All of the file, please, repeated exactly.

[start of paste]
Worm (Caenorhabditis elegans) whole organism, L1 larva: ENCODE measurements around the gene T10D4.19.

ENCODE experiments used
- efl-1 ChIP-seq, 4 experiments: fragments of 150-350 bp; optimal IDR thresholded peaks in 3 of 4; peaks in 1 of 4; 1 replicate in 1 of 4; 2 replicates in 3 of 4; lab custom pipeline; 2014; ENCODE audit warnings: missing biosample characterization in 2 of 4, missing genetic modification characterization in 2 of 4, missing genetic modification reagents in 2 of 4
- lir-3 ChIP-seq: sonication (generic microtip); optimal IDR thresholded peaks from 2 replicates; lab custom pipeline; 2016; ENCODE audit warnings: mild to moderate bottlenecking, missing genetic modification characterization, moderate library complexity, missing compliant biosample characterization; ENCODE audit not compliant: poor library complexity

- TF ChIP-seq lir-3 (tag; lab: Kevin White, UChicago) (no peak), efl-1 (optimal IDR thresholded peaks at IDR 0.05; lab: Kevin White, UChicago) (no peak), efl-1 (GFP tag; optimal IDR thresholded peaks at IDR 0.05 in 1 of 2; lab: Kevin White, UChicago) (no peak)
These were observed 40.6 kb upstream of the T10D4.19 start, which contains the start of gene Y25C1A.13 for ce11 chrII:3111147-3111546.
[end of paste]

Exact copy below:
Worm (Caenorhabditis elegans) whole organism, L1 larva: ENCODE measurements around the gene T10D4.19.

ENCODE experiments used
- efl-1 ChIP-seq, 4 experiments: fragments of 150-350 bp; optimal IDR thresholded peaks in 3 of 4; peaks in 1 of 4; 1 replicate in 1 of 4; 2 replicates in 3 of 4; lab custom pipeline; 2014; ENCODE audit warnings: missing biosample characterization in 2 of 4, missing genetic modification characterization in 2 of 4, missing genetic modification reagents in 2 of 4
- lir-3 ChIP-seq: sonication (generic microtip); optimal IDR thresholded peaks from 2 replicates; lab custom pipeline; 2016; ENCODE audit warnings: mild to moderate bottlenecking, missing genetic modification characterization, moderate library complexity, missing compliant biosample characterization; ENCODE audit not compliant: poor library complexity

- TF ChIP-seq lir-3 (tag; lab: Kevin White, UChicago) (no peak), efl-1 (optimal IDR thresholded peaks at IDR 0.05; lab: Kevin White, UChicago) (no peak), efl-1 (GFP tag; optimal IDR thresholded peaks at IDR 0.05 in 1 of 2; lab: Kevin White, UChicago) (no peak)
These were observed 40.6 kb upstream of the T10D4.19 start, which contains the start of gene Y25C1A.13 for ce11 chrII:3111147-3111546.